Games against the Chargers always make me nervous. For whatever reason, the Patriots rarely seem to have “normal” game against them, and today’s game certainly didn’t buck that trend. All week long I felt a bit uneasy about this one. It was a classic trap game. We had a big “feel good” win against Baltimore last week and our matchup with Randy Moss next week. The Chargers had looked incredibly disjointed and I could easily see our young team getting overconfident and blowing the game. Tie in the fact that this game was on the road and that San Diego had the firepower to potentially carve up our secondary, and I was optimistic, but preparing for the worst.
As it turns out, except for a solid third quarter drive in which the Patriots killed some serious clock and extended their lead to 20-3, there werent’ many moments where the Patriots looked all that good. Thankfully, on a day where San Diego was flat-out awful, “not that good” was enough for a win. Some observations…
Special Teams comes up big again – Obviously the big story will be the Chargers’ false start penalty which turned a 45 yard field goal into a 50 yarder, which was subsequently missed. However, enough can’t be said for New England’s special teams. The Ghost came up big, nailing all three of his field goals. While they didn’t have any big “game changing” plays like in weeks past, this continues to be an area of strength for the Pats.
Heads in the game – There were certainly a plethora of mistakes by the Chargers, but to the Patriots’ credit, they were alert enough to capitalize on those opportunities. The Bolts fumbled four times, and the Patriots recovered all three that they had a legitimate chance at. When Richard Goodman thoughtlessly tossed the ball away after making his catch, James Sanders was all over it. When Jacob Hester didn’t think to go after the botched lateral pass, Rob NInkovich did. Again, a lot will be made of San Diego’s utter stupidity, but New England deserves some credit for being alert enough to make the Chargers pay for those mistakes.
Merriweather not backing down – Brandon Merriweather certainly doesn’t seem to be intimidated by his $50k fine from last week’s hit against Todd Heap. Merriweather absolutely nailed (cleanly) Patrick Crayton in the 1st quarter when he caught a ball over the middle.
Tight Ends make a difference – When the Patriots needed to move the ball down field, Aaron Hernandez was once again Brady’s man. When New England needed a big play in the red zone, it was Big Rob Gronk hauling in the team’s first TD pass. In a game in which Welker and Branch largely struggled, it was the rookies who kept the offense alive.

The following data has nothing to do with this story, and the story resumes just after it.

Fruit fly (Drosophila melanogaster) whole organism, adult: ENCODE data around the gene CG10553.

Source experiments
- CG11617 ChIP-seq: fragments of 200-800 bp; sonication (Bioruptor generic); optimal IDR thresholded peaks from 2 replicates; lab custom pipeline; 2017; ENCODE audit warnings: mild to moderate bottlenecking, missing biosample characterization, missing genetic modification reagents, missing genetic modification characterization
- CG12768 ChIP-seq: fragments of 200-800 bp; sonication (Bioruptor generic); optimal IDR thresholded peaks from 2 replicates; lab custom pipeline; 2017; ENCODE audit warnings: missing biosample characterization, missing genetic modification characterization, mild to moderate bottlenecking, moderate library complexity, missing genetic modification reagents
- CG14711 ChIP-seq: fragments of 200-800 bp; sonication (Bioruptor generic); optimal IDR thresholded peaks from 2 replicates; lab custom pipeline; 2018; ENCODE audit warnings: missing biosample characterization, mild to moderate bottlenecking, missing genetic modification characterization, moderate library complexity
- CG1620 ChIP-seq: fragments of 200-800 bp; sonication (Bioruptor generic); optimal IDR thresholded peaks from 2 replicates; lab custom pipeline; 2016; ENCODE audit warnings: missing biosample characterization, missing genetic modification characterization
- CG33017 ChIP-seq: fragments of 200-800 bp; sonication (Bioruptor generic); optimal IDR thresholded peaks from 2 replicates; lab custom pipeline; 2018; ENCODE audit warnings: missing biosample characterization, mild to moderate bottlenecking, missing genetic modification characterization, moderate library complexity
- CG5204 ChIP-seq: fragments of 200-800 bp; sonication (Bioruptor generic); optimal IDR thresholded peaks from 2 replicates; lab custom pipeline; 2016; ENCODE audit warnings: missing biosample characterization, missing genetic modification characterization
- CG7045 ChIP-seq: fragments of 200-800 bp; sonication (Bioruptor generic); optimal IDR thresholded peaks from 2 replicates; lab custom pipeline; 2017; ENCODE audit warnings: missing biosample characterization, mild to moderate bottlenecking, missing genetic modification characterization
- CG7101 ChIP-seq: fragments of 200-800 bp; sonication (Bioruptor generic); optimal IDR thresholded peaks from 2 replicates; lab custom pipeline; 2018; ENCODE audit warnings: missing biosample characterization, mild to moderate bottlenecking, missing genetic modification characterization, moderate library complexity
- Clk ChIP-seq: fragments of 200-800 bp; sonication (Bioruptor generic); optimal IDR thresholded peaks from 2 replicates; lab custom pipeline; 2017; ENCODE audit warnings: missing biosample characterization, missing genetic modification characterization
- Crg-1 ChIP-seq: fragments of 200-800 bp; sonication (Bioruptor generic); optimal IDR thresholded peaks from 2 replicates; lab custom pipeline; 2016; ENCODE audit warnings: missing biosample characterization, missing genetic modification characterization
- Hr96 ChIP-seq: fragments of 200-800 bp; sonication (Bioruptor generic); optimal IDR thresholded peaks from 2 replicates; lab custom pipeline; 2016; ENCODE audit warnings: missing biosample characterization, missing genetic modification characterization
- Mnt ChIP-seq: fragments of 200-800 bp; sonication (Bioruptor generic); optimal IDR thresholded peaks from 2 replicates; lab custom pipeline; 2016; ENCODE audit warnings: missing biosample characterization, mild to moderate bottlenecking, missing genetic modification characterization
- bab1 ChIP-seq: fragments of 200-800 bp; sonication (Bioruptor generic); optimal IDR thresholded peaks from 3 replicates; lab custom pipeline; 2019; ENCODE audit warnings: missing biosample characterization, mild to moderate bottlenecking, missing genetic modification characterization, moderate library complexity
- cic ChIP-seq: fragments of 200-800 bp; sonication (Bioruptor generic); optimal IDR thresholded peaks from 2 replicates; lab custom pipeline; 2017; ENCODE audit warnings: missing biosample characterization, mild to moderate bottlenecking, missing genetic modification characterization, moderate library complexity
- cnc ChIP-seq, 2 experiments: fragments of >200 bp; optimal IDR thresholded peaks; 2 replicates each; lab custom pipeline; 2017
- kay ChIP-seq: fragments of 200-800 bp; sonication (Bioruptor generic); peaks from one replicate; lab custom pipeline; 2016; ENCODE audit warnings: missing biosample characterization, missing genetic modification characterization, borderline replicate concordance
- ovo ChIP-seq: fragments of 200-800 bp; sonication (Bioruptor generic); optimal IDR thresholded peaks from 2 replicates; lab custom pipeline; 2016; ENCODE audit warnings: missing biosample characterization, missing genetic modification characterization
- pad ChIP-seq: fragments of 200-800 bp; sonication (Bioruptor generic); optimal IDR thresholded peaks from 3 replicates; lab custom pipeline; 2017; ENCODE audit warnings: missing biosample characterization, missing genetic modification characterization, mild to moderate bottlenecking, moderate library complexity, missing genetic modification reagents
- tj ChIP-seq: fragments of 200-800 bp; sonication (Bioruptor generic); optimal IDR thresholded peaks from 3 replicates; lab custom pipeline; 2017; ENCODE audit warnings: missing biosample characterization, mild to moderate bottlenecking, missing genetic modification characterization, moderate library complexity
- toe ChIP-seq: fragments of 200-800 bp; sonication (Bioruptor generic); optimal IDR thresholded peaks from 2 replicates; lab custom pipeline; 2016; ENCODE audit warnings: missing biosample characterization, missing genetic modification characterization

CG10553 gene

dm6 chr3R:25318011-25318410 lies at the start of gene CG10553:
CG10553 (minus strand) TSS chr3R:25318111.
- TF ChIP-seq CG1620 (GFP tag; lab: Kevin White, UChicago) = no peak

O-line Exposed – Brady had managed to keep his jersey clean for most of the first five games. In fact, the offensive line had done such a good job, that I had actually begun contemplating whether or not the Patriots should even play Logan Mankins should he sign his tender in a few weeks. Needless to say, after the mauling that Brady received today, I’ll be very happy to see Mankins back on the field, regardless of whether I think he’s a whiner.
Pass Rush looking strong – Perhaps the biggest concern heading into this season was New England’s ability to generate a pass rush. This was an area that the team really struggled at last year and there didn’t seem to be much done to address it. Well, it turns out that even without Ty Warren, the Patriots front seven have been able to pressure opposing QB’s. Today they looked especially good, piling up two sacks and lots of hurries on Philip Rivers. Now if only the supposedly “strong” secondary that this team was supposed to have would show up…
Yet another blown 4th and short – After New England’s 4th and 2 debacle against the Colts last season, I thought Belichick’s decision to go for the kill on 4th and 1 from his own 49 was interesting. On one hand, if the Patriots get that yard, the game is essentially over. If they punt, there’s a decent chance that the Chargers move down the field and tie the game on a field goal. If they went for it and failed to convert, there was the very scary possibility that San Diego could go 49 yards in two minutes and score the game-winning touchdown.
Personally, I was totally for the decision to go for it on 4th and 1 , just like I was for the Indy 4th and 2. However, like last season I did not like the play call at all. In today’s situation, moving the ball backwards to BJGE essentially meant that he would have to gain about three yards on the play. San Diego was all over him and actually knocked him for a loss. I also didn’t particularly like the decision to have Woodhead run the ball on 2nd and 2 on that same drive. I’m a huge fan of Danny, but in that situation, I think going to a power back in that situation would have been more effective than the 5′ 7 and 3/4″ Woodhead. Thankfully, the Pats won and none of this matters.
The big question – The Pats escaped San Diego with a win and are sitting pretty at 5-1, tied with the Jets atop the AFC East and AFC in general. What’s really got me worried though is Patrick Chung’s knee injury. Chung has been a huge playmaker for this team and losing him would be a big blow to both this season and his development as a player. Fingers crossed, my friends.